Words Worth Knowing: Marshal

The Word Worth Knowing this week is Marshal.


I love going to the parades. I’m a fan of flower-decorated wagons, sticky martial band melodies and characters in colorful costumes. One of the characters that always catches my attention is that typical Marshal who rides a horse, with his jacket with huge shoulder pads and his strange hat adorned with feathers. He certainly seems like a very important character, who has shown his gallantry to earn his medals and his place in front of his troops; but according to history, when the term “Marshal” was invented it was a low position and without any kind of leadership. How did we go from one thing to another? Join me in discovering it below along with the etymology of the word Marshal.


Dictionary Definition

Marshal: Noun. A high official in the household of a medieval king, prince, or noble originally having charge of the cavalry but later usually in command of the military forces (Merriam Webster Dictionary)

Marshal: Noun. An officer of the highest rank in the armed forces of some countries. (Oxford English Dictionary)

Marshal: Verb. To bring together or organize people or things in order to achieve a particular aim. (Cambridge Advanced Learner’s Dictionary)


The position of Marshal in the armed forces is rarely used today; now it is mostly given as an honorary position, and is still used in citizen security forces such as police and firefighters; this is why it is an occasionally used word. As the Collins English Dictionary explains, marshal is among the 30,000 most commonly used words.

Although they are no longer as feared as they were in the 18th century, never speak ill of a marshal!

Here are some correct phrases in which this word is used:

“Saturday’s Military Appreciation Days Parade in Myrtle Beach not only has a Grand Marshal, but also an Honorary Grand Marshal who’s 98 years young.”

From WBTW News 13 website Article: Treva Greene named honorary grand marshal for Myrtle Beach Military Appreciation Days parade. 2019

“Sergio Pérez said he came close to running over a marshal during the Monaco Grand Prix.”

From The Guardian website Article: Sergio Pérez relieved after nearly running over marshal at Monaco GP. 2019

A Franklin man has pleaded guilty to three counts of impersonating a deputy US Marshal and making a false statement.”

From News 4 website Article: Franklin man pleads guilty to federal charges of impersonating a Deputy US Marshal. 2019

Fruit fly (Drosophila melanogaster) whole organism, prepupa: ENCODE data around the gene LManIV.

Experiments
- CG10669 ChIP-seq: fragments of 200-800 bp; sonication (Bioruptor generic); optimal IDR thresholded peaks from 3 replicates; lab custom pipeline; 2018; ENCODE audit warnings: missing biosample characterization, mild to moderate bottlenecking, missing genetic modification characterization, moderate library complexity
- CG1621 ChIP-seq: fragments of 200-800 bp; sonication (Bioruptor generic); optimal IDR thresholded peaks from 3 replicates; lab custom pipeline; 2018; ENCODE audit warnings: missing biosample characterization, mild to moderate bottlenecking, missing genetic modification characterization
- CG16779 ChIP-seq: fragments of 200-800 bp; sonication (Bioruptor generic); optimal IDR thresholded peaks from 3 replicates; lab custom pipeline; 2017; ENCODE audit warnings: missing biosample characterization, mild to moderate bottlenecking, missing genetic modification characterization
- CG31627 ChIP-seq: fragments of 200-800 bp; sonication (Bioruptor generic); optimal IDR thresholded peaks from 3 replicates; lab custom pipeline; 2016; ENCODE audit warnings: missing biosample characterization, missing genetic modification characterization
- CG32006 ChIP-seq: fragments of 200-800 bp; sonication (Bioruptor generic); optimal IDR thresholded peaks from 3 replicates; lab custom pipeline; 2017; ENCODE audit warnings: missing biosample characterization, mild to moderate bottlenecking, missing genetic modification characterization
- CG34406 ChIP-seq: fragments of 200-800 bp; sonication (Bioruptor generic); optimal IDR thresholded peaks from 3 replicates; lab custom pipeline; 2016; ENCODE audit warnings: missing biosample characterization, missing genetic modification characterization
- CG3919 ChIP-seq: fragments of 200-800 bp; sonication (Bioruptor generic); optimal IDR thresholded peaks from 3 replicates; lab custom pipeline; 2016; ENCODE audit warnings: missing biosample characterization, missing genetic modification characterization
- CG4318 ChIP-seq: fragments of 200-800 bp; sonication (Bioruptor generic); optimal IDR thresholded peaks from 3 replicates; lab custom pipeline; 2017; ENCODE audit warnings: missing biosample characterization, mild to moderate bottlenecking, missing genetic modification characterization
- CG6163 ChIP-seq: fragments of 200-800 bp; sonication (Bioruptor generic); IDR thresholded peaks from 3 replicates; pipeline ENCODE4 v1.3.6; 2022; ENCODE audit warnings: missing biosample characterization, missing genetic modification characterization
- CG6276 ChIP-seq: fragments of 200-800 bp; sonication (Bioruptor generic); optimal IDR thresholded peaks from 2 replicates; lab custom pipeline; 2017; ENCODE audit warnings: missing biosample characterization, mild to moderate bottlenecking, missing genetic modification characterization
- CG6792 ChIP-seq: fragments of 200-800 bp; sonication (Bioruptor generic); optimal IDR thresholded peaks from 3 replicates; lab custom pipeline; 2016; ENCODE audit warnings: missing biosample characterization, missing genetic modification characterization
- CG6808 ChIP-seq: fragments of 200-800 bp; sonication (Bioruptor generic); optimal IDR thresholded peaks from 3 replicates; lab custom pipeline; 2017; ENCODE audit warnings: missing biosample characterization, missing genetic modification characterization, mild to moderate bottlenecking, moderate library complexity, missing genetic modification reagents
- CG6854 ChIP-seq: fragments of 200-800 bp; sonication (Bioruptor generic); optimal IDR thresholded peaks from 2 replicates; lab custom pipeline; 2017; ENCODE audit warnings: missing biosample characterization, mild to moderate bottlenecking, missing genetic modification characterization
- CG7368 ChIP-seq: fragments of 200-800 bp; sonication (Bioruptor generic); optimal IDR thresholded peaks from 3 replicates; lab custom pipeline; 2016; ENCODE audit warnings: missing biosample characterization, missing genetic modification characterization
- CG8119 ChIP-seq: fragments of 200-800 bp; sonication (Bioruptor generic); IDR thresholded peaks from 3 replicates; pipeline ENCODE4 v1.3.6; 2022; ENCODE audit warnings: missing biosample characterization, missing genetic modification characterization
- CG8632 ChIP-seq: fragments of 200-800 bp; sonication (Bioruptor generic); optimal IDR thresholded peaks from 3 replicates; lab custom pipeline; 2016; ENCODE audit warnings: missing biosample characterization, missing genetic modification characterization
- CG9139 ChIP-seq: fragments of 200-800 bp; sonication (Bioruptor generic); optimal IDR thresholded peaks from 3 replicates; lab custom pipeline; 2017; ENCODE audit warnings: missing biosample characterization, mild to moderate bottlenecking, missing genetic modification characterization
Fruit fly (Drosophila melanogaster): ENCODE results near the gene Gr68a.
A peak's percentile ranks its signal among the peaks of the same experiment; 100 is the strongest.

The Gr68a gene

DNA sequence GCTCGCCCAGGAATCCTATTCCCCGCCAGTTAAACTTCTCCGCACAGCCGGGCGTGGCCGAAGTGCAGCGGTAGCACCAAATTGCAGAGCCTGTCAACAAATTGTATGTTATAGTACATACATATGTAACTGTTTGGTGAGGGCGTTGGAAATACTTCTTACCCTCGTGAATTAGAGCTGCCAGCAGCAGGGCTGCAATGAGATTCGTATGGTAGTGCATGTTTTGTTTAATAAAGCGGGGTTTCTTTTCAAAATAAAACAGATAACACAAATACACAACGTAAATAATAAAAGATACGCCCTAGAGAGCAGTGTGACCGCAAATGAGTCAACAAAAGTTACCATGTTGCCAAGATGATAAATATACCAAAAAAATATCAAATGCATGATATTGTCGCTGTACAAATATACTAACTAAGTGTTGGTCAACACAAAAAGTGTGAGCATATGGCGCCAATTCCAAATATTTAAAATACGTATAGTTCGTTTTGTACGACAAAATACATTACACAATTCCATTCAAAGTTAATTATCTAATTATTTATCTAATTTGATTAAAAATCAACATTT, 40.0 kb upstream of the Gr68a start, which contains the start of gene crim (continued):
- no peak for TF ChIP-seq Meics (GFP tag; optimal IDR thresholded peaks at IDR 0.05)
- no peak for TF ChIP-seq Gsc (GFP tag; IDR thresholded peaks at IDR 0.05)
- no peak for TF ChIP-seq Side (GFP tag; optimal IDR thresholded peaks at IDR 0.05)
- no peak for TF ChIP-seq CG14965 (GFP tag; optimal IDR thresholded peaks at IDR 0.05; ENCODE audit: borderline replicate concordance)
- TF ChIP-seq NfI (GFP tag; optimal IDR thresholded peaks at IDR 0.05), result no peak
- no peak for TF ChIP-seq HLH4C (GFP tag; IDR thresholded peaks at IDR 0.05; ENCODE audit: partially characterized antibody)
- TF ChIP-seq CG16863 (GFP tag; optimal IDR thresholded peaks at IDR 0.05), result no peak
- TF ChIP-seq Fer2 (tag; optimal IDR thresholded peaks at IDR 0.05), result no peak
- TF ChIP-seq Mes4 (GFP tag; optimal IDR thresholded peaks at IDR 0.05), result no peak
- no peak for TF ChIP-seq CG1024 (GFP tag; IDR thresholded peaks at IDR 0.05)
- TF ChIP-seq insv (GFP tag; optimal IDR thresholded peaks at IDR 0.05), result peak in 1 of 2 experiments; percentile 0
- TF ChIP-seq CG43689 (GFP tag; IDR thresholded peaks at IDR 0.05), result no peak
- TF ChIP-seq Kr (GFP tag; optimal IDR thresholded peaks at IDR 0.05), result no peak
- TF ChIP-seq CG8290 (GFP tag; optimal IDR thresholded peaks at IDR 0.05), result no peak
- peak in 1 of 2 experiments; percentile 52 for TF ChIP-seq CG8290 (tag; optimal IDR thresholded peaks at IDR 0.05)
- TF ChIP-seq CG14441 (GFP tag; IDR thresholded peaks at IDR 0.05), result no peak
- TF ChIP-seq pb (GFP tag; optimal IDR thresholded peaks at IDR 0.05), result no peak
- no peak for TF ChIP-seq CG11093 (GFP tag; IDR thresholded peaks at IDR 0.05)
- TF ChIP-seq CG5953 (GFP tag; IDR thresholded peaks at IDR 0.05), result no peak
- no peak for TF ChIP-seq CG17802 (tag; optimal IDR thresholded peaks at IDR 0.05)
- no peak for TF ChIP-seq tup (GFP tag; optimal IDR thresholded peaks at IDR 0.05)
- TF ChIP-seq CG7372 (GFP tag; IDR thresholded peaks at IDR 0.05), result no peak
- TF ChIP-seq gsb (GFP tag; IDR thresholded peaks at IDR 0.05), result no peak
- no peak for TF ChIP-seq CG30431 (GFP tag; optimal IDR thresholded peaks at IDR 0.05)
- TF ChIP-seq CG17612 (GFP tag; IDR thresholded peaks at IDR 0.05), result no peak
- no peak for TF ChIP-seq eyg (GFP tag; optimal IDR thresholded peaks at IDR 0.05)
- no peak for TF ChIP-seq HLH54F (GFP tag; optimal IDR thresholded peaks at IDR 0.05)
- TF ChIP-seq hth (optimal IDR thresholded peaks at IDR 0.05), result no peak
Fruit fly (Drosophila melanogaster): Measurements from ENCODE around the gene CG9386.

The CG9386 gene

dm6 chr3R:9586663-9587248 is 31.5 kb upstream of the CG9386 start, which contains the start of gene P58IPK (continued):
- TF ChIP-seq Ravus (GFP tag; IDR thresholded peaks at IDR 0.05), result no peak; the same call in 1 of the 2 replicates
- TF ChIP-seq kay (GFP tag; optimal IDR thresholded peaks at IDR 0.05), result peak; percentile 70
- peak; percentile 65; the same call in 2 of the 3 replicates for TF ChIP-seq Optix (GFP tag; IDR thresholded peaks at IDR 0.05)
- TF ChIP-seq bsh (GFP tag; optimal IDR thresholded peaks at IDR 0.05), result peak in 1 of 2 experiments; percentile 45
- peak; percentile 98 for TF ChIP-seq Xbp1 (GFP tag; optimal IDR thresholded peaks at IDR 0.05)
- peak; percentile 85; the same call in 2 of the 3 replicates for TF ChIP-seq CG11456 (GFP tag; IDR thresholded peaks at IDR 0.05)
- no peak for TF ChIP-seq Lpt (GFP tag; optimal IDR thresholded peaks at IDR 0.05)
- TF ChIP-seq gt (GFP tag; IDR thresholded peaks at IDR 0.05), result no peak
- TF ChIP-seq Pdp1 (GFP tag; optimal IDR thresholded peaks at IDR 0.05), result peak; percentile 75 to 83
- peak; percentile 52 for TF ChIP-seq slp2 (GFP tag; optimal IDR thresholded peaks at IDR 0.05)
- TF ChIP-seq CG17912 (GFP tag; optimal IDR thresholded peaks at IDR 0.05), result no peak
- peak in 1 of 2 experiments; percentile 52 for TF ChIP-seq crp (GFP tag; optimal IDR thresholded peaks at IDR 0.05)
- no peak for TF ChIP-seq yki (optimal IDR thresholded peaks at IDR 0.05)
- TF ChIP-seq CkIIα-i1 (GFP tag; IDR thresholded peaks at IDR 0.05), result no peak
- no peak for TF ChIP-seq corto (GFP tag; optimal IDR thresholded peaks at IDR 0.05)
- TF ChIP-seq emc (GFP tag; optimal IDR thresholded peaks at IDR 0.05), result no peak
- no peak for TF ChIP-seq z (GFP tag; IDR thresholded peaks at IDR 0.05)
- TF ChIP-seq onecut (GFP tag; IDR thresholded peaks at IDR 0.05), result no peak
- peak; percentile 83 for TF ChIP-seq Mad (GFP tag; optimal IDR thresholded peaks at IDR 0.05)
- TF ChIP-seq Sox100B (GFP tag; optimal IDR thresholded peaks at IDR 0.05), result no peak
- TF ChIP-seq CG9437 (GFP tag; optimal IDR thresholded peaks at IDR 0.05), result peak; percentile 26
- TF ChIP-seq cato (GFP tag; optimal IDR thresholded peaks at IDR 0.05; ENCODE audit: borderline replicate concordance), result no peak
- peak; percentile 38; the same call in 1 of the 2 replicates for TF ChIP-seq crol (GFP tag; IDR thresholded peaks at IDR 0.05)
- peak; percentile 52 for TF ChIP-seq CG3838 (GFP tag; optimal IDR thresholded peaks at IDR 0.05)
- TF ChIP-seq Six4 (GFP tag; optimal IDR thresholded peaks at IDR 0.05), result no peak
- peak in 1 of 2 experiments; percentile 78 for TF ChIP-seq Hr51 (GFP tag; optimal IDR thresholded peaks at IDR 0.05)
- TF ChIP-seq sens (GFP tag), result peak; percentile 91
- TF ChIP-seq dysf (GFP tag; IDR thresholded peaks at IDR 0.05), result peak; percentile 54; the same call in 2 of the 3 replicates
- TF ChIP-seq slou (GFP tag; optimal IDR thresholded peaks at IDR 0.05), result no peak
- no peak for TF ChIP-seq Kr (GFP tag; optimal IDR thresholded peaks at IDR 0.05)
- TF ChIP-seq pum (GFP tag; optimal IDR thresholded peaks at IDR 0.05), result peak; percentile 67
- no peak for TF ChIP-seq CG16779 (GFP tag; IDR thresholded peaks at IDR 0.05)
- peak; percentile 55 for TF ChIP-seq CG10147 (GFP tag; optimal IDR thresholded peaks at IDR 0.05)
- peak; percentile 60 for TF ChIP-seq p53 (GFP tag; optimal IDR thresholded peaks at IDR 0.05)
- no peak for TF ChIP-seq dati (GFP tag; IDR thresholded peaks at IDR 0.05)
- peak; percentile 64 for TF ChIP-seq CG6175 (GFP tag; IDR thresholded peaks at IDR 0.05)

A humble beginning


The origin of both the military office and the word Marshal dates back to the 11th century. At that time and throughout the Middle Ages the aspect that really marked the strength of an army was its cavalry, ie the number of horses they had to carry to battle, accompanied by their corresponding riders able to attack their opponents from the top of the loins of their beasts.

Because of this, it was of crucial importance that all the horses in an army were well cared for and fed, sometimes even better cared for than the soldiers themselves, and this task was assigned to one or two of the youngest and most novice soldiers. To refer to them was invented the Germanic word *marhskalk, from the proto-Germanic compounds *markhaz, which means “horse” and *skalkaz which means “servant”, so it was simply a “horse-servant”.

Despite the humility of the position, it was a highly respected task, because each marhskalk had to earn the trust of the horses and learn to communicate with them so that they would allow him to brush them, bathe them and even heal some wounds after the battle, which not everyone could achieve. Because of this, the opinion of the marhskalk was often taken into account to develop the military strategies that included the horses, and little by little the charge of marhskalk was related to great military strategists.

Thus from the 13th century the word was adopted by the English language, transformed into “marshal” and already charged with all the honor that had been conferred on it over the years, so it began to define this term as the name of the commanding officer of an army, especially the command of the cavalry forces.

This leaves us with a moral: no job or honorable position is worth less than another. In every job there is something to learn and something to excel at if you put the right effort, and thus get your effort recognized and rewarded, like the former Marshals.

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